Re: Object-oriented thinking in SQL context?
Date: Wed, 17 Jun 2009 03:22:32 -0700 (PDT)
On Jun 17, 3:50 am, Bob Badour <bbad..._at_pei.sympatico.ca> wrote:
> Bob has no control over anything. The self-aggrandizing ignorants,
> snake-oil salesmen and charlatans can write whatever they want on
> usenet, and I can reply to them however I see fit.
Indeed, and if we take censorship to mean something physically forced then I completely agree that Bob cannot censor anyone. However, many people shy away from being the target of insults (even fallacious ones) so the practical effect is similar at least. Anyway I think my censorship argument is not very well conceived so I won't push it.
I think insults at the right time and place can be a good thing. A good insult must normally be true. If it's a fact that someone is a VI then it's better for everyone if they find out. My complaint is that even though Bob's very conservative with technical matters, he can be too quick to judge posters. He underestimates some people. In addition many of his insults involve speculation rather than simply stating the observable facts. For example, his catch phrase "selfaggrandizing ignorant" typically speculates that the poster is mainly concerned with their personal grandeur. Apparently the more measureable term VI is not mocking enough. That's my interpretation anyway.
I enjoyed that link that Walter posted recently. A particularly apt quote for me was one by Bertrand Russel:
"Men are born ignorant, not stupid.
They are made stupid by education."
This must surely be the biggest problem in the IT industry. How many programmers are very clever, ignorant of the basics, and don't even know it? It's convenient to say they're innately stupid, but it doesn't ring true to me. In any case if someone is innately stupid then only a deeply flawed character would take pleasure in that. To be clear, I'm not accusing Bob of this.
When someone is very ignorant and not aware of that ignorance, they are likely to be a VI when posting to cdt. That doesn't necessarily mean they're intellectually dishonest. It probably just means they're in the quagmire of a poor education, and more to the point they've been deceived. This is not surprising given the amount of crap out there.
I suggest in as friendly a way as possible, single out only a tiny part of their post that's incorrect, refer them to very specific literature, and tactfully suggest they continue the discussion after they've done the required reading. This gives them enough rope to reveal intellectual dishonesty, if it exists.
> It's true I do report spam to the originating service, but that's the
> only censorship I attempt.
> I identify the idiots and their nonsense; I don't suppress them. I have
> no means to even if I wanted to.
The argument in favour of Bob's vitriol what that it suppresses the idiots and their nonsense.
> Academic publishing, on the other hand, does practise censorship through
> the peer review process. That censorship is a cornerstone of academic
> collegialism. At one time, that collegialism spilled over into usenet,
> but 1995 happened: September never ends.
> >>I came here because I'm researching the concurrent editing of data
> >>using Operational Transform (OT). I'm interested in recursive data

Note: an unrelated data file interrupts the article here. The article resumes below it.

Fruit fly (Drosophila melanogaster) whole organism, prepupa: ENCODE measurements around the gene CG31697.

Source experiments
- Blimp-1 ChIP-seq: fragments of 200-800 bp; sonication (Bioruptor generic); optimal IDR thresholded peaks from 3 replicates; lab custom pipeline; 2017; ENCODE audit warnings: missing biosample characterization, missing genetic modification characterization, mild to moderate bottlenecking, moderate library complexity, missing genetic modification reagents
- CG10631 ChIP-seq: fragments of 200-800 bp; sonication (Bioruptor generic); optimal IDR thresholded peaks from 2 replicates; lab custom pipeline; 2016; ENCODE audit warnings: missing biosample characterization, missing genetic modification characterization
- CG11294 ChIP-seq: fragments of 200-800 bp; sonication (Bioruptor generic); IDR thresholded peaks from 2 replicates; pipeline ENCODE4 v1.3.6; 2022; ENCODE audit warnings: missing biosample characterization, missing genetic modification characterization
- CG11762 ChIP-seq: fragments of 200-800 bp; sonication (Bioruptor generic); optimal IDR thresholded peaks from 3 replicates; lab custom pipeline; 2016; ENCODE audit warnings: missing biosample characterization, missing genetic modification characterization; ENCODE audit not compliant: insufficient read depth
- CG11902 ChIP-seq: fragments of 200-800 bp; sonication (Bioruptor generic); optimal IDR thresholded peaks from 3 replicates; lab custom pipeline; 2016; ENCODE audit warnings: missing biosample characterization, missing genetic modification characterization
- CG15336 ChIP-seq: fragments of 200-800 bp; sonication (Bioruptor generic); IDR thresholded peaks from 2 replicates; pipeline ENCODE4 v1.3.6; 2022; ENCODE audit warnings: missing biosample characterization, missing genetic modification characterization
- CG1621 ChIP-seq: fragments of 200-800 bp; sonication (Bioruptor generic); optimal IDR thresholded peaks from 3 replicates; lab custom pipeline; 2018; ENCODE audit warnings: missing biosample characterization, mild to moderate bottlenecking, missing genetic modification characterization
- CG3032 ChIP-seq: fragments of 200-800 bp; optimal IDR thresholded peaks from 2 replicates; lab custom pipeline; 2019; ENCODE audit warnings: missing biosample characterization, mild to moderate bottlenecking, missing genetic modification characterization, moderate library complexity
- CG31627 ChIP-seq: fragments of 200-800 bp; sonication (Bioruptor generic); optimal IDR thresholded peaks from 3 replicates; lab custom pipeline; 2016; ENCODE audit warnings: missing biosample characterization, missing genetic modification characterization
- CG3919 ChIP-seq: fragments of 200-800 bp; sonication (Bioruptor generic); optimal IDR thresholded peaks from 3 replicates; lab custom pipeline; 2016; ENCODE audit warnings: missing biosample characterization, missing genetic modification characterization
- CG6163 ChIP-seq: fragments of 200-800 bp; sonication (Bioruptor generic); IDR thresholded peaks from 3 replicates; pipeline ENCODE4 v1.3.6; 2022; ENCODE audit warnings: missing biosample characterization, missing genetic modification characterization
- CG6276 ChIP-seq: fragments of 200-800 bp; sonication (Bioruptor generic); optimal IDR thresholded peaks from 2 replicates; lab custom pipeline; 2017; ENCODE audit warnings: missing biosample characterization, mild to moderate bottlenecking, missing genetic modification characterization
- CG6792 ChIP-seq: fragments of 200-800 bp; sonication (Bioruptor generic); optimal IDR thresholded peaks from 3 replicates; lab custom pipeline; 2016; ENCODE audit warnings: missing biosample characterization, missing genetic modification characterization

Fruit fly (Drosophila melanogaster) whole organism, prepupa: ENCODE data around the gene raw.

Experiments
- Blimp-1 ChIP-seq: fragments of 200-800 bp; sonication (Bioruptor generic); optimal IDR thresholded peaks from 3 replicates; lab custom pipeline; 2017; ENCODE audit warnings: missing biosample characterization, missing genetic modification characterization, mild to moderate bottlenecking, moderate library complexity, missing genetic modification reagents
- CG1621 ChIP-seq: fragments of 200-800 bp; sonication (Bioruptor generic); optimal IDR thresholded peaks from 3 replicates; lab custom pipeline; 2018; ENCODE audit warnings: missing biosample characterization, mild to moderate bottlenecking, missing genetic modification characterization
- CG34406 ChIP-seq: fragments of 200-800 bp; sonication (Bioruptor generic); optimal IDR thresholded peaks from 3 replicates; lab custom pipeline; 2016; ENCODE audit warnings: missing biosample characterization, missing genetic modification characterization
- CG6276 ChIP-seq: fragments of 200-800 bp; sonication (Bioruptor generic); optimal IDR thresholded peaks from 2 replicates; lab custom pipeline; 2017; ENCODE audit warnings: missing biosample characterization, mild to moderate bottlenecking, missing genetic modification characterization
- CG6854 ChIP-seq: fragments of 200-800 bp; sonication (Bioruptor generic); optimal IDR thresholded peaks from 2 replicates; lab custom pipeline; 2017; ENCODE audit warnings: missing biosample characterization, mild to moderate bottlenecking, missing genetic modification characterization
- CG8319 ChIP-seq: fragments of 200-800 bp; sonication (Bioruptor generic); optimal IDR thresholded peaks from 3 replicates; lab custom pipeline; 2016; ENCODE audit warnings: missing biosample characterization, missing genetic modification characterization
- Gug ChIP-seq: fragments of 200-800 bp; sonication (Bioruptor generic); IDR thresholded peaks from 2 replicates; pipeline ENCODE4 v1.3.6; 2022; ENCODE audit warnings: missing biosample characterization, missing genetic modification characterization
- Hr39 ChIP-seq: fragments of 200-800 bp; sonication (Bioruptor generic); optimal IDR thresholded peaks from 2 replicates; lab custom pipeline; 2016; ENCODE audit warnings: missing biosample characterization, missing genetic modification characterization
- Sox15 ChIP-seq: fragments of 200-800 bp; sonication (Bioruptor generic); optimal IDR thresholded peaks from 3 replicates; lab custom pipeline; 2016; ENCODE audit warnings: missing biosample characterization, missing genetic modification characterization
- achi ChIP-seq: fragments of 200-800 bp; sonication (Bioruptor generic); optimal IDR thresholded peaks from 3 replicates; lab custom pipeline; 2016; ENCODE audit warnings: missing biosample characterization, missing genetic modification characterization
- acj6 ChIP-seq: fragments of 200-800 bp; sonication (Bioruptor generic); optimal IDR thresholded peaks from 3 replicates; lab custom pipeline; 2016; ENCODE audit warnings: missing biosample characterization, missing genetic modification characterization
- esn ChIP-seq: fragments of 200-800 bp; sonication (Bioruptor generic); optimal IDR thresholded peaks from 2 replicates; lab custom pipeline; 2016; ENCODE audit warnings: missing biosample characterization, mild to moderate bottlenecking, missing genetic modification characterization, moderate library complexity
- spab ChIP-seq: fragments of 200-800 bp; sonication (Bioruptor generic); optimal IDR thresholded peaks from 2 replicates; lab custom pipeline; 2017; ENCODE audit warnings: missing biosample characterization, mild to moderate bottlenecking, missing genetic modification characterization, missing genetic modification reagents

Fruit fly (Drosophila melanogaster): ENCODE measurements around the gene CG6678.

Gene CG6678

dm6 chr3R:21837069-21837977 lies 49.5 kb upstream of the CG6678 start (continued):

> >>types that for example are associated with scene graphs.
> I suggest a more appropriate venue might be comp.graphics.research
I'm more interested in db theory than scene graphs. Also, recursive types are applicable to many things - e.g. rich text documents.
In the future I can imagine OT (or an equivalent that supports fully asynchronous and distributed updates) will be seen to be fundamental to db theory.
Google have big ideas for OT. Expect it to become more main stream. There's even been a Wikipedia article on it for some time now.
> >>Unfortunately Bob has been so effective at "cleansing" this NG it is
> >>difficult to get anything but D&D viewpoints here. Someone interested
> >>in a domain like CAD and interested in recursive data types would be
> >>viewed as an OO loving idiot by Bob and not last long here. He
> >>attacks people that may actually have something interesting to say.
> That's demonstrably false.
I think one problem is that the people that require support for recursive types don't get adequate support in today's RDBMS products (or simply assume the RM is inapplicable), and therefore come to cdt using wrong or imprecise terminology (e.g. talking about the benefits of OODBs).
> Paul brings up the topic of recursive types
> here periodically. It's not my fault they are not as profound or as
> complicated as some folks want them to be. It's not my fault the
> relational model with relation valued attributes handles them so simply
> and so elegantly.
> Granted, I would tend more for normal referential integrity and the
> close operation.
Referential integrity in the form of simple PK and FK constraints seem inadequate for modelling recursive types in many cases.
> >>His only interesting contribution was a reference to a paper by Jim
> >>Gray that claimed update anywhere-anytime-anyway transactional
> >>replication was inherently unable to scale because reconciliations
> >>grow with cubic order. However in reality Bob was just a VI, and
> >>that's the part I find so ironic. He was unaware of the literature on
> >>OT and the sense in which Gray's result was inapplicable (even the
> >>abstract mentions that commutative update transactions avoid the
> >>instability), and yet pretended to be an authority on the subject.
> Perhaps someone could point me to anywhere I have ever claimed to be an
> authority on anything. I suggest it is hard to pretend anything without
> ever declaring or even suggesting it.
Ok point taken, Bob only appeared to pretend to be an authority on the subject. I'm not joking, I mean that sincerely, I don't think Bob is dishonest and my phraseology was unfortunate. Received on Wed Jun 17 2009 - 12:22:32 CEST